Just as procedures often expect certain kinds of values as arguments, macros often have expectations about the expressions they are given. And just as procedures express those expectations via contracts, so can macros, using the expr/c syntax class.
> (define-syntax (myparameterize stx) (syntax-parse stx [(_ ((p v:expr) ...) body:expr) #:declare p (expr/c #'parameter? #:name "parameter argument") #'(parameterize ([p.c v] ...) body)]))
> (myparameterize ([current-input-port (open-input-string "(1 2 3)")]) (read))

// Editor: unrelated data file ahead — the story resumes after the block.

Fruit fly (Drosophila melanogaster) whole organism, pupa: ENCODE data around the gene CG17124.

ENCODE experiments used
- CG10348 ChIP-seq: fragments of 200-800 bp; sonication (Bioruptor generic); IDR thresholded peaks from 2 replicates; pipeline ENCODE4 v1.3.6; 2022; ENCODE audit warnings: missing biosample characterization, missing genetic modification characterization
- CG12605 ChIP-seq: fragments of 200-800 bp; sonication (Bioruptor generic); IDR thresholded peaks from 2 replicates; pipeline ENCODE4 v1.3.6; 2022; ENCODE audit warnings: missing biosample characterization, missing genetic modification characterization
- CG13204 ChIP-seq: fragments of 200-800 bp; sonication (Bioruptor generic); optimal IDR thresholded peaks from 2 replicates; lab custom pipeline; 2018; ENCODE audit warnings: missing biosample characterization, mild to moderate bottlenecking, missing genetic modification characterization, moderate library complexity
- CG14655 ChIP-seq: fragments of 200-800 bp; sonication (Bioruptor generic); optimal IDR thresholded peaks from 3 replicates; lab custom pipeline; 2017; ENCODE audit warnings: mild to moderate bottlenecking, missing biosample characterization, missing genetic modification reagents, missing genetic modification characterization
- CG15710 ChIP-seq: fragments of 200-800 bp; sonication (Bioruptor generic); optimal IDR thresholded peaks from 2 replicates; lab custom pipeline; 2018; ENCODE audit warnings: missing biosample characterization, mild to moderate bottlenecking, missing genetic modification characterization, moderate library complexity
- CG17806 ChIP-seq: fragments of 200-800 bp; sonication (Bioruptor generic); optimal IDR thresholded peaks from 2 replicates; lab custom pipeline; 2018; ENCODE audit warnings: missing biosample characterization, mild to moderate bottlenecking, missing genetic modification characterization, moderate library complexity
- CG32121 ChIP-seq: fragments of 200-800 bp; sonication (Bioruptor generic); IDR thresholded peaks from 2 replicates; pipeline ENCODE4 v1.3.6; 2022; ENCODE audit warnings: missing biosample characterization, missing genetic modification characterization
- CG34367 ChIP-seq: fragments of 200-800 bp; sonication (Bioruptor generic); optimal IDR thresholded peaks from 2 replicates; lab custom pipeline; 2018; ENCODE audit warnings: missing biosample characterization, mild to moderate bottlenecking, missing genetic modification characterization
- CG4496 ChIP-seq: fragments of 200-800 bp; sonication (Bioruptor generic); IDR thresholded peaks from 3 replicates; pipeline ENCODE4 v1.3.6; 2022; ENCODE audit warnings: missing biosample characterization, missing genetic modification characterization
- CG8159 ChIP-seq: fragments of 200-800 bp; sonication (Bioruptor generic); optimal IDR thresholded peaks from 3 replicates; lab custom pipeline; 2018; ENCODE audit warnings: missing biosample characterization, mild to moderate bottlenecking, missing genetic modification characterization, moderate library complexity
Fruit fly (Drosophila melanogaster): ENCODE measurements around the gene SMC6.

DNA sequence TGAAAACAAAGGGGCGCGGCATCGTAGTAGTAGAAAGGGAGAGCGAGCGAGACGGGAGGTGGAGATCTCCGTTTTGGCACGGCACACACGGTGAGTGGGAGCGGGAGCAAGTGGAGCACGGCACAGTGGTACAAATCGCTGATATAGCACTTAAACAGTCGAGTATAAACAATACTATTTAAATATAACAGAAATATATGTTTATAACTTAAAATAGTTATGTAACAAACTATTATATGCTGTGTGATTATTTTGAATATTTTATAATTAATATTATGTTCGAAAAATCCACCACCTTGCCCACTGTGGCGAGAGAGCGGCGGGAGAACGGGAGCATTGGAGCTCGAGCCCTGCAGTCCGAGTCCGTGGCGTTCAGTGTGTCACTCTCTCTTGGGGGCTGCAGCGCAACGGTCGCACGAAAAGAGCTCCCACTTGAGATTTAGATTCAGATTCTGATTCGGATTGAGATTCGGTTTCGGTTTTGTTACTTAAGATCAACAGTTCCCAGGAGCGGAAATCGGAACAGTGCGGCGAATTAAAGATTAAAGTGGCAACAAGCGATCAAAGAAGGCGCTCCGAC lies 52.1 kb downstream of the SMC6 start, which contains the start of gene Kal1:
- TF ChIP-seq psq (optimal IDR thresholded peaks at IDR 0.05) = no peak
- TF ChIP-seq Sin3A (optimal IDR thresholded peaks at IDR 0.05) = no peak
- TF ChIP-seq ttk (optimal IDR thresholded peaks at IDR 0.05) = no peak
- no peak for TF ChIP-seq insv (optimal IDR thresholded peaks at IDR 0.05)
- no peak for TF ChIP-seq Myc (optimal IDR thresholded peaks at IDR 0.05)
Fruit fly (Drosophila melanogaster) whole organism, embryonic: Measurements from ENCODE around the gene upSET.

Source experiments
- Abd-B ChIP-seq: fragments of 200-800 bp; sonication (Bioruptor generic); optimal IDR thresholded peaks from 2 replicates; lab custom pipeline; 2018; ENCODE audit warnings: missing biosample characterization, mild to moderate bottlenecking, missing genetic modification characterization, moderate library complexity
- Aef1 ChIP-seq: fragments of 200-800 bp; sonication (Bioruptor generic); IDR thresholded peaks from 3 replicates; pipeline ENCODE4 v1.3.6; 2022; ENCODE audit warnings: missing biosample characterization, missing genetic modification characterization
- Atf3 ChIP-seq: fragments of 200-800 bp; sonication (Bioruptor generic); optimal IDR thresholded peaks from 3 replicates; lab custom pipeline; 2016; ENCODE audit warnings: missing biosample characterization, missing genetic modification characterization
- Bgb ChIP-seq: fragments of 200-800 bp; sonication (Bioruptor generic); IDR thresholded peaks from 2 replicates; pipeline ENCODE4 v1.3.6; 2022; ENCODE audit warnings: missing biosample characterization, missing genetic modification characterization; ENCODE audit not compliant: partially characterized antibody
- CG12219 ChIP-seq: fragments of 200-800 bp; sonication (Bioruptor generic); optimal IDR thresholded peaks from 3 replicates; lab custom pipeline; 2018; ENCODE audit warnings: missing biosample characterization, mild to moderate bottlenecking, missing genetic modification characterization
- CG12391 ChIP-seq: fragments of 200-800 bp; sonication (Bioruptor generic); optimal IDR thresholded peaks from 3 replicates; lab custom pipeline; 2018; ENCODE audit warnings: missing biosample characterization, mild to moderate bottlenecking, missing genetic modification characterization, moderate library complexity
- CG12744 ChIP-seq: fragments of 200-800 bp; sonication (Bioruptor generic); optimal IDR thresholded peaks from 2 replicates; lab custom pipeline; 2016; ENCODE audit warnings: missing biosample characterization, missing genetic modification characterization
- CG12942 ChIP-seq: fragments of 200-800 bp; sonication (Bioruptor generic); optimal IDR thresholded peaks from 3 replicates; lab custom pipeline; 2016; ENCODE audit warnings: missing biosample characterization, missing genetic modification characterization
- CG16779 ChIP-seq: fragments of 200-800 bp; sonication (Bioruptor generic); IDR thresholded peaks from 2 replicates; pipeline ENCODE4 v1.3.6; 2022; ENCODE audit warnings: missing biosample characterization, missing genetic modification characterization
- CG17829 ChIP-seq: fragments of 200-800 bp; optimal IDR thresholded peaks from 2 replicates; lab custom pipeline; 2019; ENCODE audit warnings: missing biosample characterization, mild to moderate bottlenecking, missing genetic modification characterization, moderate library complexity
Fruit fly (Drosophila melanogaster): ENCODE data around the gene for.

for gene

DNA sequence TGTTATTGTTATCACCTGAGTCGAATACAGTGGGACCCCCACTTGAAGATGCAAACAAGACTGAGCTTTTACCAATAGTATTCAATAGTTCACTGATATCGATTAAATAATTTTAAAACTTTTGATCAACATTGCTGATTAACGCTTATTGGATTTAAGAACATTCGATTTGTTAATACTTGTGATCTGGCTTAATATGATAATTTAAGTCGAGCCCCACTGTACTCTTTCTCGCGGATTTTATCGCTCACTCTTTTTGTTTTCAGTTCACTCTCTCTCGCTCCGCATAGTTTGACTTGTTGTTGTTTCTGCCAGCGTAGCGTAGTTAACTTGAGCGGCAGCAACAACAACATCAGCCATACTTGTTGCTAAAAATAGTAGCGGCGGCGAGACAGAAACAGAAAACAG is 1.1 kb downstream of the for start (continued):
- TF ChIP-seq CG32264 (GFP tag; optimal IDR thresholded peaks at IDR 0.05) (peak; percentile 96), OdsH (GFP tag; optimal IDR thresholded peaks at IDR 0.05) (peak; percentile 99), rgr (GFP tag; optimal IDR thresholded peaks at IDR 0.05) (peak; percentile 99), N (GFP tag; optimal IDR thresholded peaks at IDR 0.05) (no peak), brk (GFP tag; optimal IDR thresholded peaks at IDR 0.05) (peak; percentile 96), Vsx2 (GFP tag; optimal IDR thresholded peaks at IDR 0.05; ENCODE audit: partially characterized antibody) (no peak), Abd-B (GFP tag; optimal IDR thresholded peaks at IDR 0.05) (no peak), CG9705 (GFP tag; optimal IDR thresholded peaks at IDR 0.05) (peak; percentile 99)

'(1 2 3)
> (myparameterize (['whoops 'something]) 'whatever)
myparameterize: contract violation
contract from: (quote program)
contract on: parameter argument of myparameterize
blaming: (quote program)
(assuming the contract is correct)
Important: Make sure when using expr/c to use the c attribute. If the macro above had used p in the template, the expansion would have used the raw, unchecked expressions. The expr/c syntax class does not change how pattern variables are bound; it only computes an attribute that represents the checked expression.